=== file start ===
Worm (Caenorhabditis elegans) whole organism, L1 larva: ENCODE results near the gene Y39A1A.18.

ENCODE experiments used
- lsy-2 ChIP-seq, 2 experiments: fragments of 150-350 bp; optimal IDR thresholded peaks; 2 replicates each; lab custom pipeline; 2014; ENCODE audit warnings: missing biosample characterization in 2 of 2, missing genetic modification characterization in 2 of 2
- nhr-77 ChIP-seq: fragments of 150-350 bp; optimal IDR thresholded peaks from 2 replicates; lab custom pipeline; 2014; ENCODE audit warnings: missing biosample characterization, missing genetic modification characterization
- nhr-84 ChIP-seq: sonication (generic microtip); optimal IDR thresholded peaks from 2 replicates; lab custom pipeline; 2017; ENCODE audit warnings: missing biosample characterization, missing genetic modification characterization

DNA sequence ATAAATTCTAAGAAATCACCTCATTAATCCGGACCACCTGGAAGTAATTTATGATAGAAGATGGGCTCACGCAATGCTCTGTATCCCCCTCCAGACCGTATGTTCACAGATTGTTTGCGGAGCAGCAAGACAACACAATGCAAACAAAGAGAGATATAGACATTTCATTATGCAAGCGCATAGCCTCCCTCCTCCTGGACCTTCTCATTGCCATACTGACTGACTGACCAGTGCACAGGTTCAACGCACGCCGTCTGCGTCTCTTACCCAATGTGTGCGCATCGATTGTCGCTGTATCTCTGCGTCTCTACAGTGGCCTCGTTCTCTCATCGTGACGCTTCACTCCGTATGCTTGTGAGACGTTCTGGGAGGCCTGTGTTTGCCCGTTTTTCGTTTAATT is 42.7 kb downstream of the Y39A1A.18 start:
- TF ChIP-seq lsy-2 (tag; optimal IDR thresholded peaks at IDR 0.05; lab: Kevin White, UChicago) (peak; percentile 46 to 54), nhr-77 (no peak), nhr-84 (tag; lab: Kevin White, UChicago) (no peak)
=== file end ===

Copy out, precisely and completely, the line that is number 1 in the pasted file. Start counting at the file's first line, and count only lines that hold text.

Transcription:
Worm (Caenorhabditis elegans) whole organism, L1 larva: ENCODE results near the gene Y39A1A.18.